The Deleted Scenes of Disney, Doom and Deus Ex

In 2014 I spoke at VideoBrains in London and shared never-seen-before design documents for a cancelled Deus Ex game. I also talked about the early prototypes of Doom by id Software and warned about the importance of game preservation and documentation.

The lecture was based on two articles I wrote for Eurogamer about Ion Storm’s Lost Deus Ex Sequels and the Deleted Scenes of Doom. You can read those features for more information or contact me for the original research documents.

This talk was filmed and is now available to watch on YouTube, but you can also find the script and slides I used below.

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The Deleted Scenes of Outcast and Outcast 2

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Even today, Outcast is one of the most adored PC games ever made. There are fans so enamoured with it that they’re rebuilding it in new engines – a years-long undertaking reserved only for franchises such as Half-Life.

Yet, while many remember the otherworldly adventures of Cutter Slade fondly, the original design was much more terrestrial and rote by games industry standards.

“We had this idea for a 3D game set in a fictional South American country,” says Franck Sauer, Outcast’s Art Director and Appeal studio co-founder. “[Players] would infiltrate a drug cartel in first person to free abducted tourists from a local drug baron.”

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The Deleted Scenes of No One Lives Forever

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No One Lives Forever was one of the bravest games of its time. A camp spy comedy set at the height of the swinging sixties, NOLF merged action, stealth and RPG elements while pitting you against henchmen and everyday sexism alike. And it did so while other developers released games such as Soldier of Fortune and Diablo II.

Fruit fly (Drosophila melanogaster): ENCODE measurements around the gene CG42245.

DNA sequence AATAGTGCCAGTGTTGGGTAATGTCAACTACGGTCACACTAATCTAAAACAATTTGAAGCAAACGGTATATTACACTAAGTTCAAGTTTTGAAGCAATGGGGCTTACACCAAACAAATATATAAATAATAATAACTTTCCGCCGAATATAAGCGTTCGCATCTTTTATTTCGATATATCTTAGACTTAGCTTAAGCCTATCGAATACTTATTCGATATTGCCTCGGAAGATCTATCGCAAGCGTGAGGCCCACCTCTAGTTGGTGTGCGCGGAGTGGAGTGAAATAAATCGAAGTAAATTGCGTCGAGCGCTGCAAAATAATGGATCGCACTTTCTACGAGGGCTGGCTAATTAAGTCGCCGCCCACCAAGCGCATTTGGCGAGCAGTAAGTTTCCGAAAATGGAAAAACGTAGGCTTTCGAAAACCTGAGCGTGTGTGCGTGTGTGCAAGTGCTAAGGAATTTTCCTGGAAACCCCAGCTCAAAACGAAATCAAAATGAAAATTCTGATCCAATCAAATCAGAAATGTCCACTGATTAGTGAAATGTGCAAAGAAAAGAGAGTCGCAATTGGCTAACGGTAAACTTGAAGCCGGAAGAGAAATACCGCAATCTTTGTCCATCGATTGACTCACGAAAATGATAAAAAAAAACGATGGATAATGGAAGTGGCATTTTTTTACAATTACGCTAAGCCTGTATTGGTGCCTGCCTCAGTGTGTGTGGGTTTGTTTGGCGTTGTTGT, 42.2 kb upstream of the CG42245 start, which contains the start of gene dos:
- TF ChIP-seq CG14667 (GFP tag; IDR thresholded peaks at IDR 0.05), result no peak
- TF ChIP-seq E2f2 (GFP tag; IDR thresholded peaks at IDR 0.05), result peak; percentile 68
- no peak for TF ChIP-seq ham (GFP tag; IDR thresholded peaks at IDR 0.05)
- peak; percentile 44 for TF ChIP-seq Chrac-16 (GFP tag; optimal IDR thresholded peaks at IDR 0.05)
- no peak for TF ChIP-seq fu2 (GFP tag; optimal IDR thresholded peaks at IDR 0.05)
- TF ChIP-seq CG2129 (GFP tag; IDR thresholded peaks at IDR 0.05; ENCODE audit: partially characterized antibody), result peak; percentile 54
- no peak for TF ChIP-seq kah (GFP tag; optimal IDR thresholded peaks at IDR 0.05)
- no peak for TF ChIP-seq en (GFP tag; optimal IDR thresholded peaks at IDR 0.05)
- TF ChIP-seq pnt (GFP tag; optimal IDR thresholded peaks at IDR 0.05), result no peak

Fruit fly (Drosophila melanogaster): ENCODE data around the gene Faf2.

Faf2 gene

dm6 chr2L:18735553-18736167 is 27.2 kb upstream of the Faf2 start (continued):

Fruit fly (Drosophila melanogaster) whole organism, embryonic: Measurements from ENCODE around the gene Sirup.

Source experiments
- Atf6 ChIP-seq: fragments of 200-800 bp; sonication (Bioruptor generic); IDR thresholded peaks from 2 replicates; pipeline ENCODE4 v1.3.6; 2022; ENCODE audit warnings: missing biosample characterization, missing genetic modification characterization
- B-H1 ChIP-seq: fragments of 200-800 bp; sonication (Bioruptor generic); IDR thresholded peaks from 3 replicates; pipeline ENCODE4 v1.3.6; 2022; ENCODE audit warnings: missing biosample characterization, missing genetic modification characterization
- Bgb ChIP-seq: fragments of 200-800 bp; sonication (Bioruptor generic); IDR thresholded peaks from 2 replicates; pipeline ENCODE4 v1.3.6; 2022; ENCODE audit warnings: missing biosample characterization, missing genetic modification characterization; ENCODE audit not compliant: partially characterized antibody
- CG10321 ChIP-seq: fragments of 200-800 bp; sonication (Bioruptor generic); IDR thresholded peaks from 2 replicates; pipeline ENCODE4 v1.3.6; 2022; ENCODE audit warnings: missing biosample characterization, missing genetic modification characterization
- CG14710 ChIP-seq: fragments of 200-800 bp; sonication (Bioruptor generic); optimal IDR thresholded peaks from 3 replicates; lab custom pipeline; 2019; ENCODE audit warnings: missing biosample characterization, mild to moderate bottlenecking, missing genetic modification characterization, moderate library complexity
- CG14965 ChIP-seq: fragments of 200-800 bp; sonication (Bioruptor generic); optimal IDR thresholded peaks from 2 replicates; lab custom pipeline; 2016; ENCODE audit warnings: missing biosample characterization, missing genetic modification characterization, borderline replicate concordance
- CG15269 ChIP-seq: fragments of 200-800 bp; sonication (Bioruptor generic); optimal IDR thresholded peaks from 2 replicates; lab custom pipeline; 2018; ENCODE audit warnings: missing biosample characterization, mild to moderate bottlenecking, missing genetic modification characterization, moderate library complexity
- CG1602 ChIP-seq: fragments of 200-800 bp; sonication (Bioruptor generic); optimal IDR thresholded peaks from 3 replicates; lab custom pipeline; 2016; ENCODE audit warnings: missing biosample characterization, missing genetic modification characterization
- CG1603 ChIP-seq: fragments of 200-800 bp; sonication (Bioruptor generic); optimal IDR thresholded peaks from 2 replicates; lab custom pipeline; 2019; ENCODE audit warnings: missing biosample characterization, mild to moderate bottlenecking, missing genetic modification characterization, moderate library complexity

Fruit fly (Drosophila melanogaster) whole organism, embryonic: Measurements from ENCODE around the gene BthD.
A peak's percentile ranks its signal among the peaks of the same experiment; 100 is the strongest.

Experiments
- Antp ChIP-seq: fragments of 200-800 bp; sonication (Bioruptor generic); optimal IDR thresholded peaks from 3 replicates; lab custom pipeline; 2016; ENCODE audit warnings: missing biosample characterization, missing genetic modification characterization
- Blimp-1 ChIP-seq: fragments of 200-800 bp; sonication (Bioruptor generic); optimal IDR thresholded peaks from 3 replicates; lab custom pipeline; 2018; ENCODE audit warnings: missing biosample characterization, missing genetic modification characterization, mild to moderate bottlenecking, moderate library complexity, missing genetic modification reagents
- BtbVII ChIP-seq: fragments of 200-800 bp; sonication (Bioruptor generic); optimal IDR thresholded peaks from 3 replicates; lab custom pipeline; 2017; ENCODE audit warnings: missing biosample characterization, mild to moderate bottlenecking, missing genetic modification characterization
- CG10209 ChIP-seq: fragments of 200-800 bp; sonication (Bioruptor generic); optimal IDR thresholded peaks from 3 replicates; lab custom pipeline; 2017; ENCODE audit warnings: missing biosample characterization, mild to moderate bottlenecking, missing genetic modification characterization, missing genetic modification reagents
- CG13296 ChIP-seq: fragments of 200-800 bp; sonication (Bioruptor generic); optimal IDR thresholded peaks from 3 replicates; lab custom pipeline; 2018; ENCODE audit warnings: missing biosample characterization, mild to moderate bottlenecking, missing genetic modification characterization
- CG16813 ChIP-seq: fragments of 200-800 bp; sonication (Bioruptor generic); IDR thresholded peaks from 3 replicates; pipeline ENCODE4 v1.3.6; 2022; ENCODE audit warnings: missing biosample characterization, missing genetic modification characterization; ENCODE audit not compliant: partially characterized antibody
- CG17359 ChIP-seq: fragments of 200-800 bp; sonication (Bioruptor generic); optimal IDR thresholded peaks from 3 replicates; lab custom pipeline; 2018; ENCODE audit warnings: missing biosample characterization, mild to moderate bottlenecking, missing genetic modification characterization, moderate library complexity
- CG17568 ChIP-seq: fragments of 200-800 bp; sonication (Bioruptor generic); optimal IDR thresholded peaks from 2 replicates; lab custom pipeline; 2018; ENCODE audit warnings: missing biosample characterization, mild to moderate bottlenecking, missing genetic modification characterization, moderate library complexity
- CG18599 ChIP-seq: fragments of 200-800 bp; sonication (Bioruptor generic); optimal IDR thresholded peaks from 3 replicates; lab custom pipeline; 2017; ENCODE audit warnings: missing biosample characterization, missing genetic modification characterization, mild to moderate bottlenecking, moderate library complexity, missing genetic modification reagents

But it was by no means a perfect game. Working across so many different genres meant No One Lives Forever didn’t do any single thing as well as its peers – and the frequent stealth missions are an excellent example of this. They not only forced abrupt mission restarts the moment you were spotted – they also offered no way to gauge your own visibility.

“The mandatory sneaking sequences needed to be balanced better,” says Craig Hubbard, who served as NOLF’s Lead Designer. “I do regret that it was impossible to return to sneaking once you’d been spotted…”[Those sequences] were meant to be tense, not frustrating…but we didn’t have a playtest lab in those days.”

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The Deleted Scenes of Dark Camelot

In 2013 I spent several weeks researching the origins of the first Thief game, Thief: The Dark Project, for an article for RockPaperShotgun. This turned out to be the first in a series of investigative pieces I wrote for RPS and Eurogamer, focusing mainly on cancelled games in the Thief and Deus Ex series’.

This first article, Stealing History: Dark Camelot and Thief, investigates the two cancelled projects that preceded Thief: The Dark Project and which heavily shaped its final form. These are Better Red Than Undead, a cancelled Ken Levine game about Russians and zombies, and Dark Camelot, a steampunk reinterpretation of the Arthurian myth.

With help from Thief developer Randy Smith I exclusively uncovered unused levels, early trailers, concept art and plot information.

“The world was more modern than the traditional Arthurian elements. Steampunkish, but with no gunpowder,” says Marc. “I remember seeing sketches of Merlin with a top hat, and there was talk of Knights covered in corporate logos like NASCAR drivers… We didn’t want to be straight up orcs and elves; we wanted to build something unique and memorable. Something we could own.”

I spoke to a whole bunch of the original Looking Glass Studios team for this article and owe a lot of thanks to Randy Smith and Marc LeBlanc for their help.

You can read the full article on RockPaperShotgun for more information, or contact me to get access to the original research.